This April we are filling the EasternPennPoints blog with art and poetry in celebration of the 50th anniversary of Earth Day.
by Jessica Whipple
When he first saw it, it was a snake
looping up over rocks
down into the muck again.
But no, a rope from the junkyard
nothing but trash
freed in the flood
to settle in the crook of the Big Sewickley Creek.
Not a conservationist—
Dad grabbed one frayed end
pulled twenty-five feet of soggy jute onto the shore
shifting shale in the creekbed
scraping and scuffing flat rock against flat rock.
We walked the field
where neighborhood kids ran obstacle courses
seventy pounds coiled around his shoulders
the tail left dangling for me.
He slung it up into the maple
litter becoming treasure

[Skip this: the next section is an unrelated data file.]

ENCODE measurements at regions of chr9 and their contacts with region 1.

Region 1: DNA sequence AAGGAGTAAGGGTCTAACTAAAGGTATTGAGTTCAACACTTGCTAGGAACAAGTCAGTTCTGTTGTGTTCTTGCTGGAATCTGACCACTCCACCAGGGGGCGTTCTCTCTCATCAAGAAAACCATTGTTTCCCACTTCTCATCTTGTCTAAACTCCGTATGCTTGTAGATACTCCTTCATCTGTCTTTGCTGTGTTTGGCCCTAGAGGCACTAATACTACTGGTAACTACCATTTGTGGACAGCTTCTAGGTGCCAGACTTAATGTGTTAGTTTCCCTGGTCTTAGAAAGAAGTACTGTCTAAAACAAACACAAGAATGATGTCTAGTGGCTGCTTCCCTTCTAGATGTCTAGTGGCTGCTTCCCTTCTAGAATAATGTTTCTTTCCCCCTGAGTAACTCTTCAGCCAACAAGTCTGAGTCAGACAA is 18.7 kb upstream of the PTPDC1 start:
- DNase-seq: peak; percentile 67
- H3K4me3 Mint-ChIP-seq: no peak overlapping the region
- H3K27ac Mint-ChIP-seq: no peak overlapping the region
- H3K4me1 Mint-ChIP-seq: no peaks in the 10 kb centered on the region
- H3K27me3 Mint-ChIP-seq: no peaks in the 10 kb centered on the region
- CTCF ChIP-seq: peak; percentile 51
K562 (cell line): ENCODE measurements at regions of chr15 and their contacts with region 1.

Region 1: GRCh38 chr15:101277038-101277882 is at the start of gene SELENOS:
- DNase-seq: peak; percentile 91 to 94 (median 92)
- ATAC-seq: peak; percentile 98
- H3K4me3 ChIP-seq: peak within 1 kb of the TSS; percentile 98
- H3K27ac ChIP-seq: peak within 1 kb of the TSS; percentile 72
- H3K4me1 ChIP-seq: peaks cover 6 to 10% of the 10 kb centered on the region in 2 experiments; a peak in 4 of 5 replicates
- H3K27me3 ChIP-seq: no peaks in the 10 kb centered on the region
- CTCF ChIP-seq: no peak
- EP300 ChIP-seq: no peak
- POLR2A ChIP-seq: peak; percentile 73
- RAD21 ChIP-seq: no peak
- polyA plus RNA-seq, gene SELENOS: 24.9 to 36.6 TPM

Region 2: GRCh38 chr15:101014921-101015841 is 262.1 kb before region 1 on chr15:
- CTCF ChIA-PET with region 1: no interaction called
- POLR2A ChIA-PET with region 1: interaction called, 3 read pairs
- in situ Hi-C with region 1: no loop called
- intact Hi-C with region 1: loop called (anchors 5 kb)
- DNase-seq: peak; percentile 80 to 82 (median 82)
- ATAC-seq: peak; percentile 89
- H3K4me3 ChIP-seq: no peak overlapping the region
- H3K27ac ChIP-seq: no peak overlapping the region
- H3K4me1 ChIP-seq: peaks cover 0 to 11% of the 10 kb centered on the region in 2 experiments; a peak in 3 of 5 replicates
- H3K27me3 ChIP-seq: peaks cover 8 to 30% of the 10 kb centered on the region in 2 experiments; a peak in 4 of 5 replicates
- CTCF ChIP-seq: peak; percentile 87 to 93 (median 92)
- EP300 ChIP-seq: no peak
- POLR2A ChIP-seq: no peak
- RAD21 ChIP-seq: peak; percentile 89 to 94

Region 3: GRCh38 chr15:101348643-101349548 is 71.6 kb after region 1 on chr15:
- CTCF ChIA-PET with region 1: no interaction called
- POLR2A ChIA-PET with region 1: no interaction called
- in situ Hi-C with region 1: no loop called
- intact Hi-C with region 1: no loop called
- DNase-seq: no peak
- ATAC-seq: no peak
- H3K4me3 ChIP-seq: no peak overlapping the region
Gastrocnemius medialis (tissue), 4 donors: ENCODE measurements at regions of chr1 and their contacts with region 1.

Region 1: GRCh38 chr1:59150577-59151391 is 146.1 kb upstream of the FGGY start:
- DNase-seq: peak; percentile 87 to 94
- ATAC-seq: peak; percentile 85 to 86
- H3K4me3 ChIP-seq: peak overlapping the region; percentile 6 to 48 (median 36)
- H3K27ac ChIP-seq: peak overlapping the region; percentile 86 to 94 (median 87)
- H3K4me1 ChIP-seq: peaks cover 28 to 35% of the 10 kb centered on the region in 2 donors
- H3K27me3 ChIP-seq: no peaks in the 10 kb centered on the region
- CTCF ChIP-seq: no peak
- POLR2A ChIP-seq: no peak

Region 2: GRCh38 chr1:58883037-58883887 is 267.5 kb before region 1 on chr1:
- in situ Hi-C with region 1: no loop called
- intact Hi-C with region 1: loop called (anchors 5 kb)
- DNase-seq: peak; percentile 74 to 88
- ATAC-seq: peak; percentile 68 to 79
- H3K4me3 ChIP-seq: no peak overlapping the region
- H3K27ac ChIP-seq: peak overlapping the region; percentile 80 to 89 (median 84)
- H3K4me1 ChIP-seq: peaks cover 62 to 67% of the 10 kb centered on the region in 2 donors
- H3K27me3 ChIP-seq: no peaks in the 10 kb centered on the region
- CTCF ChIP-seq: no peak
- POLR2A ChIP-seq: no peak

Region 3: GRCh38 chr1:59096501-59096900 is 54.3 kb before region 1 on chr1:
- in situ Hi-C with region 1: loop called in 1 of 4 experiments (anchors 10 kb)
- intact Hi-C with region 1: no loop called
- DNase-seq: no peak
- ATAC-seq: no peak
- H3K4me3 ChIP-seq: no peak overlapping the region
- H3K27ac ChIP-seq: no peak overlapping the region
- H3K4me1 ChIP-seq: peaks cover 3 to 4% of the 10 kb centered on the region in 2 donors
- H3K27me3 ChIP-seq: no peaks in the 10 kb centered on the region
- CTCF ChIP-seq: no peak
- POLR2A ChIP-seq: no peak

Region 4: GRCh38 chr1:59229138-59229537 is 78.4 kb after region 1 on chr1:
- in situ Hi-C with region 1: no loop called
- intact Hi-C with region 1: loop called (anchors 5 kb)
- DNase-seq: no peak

at the foot of my backyard.
With pipefitter hands he knotted it
with a scrap of cable he secured it
around the strongest, longest limb.
Seeing ahead to late August
when cicadas crescendo
and street lights flicker on
his daughter swinging from that tree
until the grass underneath
is nothing but dirt.
Jessica Whipple spent 4.5 years as a copywriter; later, her writing informed, recruited, and incited the support of donors and volunteers at a Pittsburgh nonprofit. Now she is submitting picture book manuscripts to agents and editors and is excited to consider this next chapter of her writing career (cheesy puns and all). Jessica is writing in Lancaster, PA, but you can also catch her on Twitter @Jessicawhippl17.
I feel your joy, Jessica!
Love the feeling of a late August evening–and eco-friendly trash to treasure ☺
Visceral and evocative! I love how you captured plot and character so strongly in this verse. Thanks for sharing!=)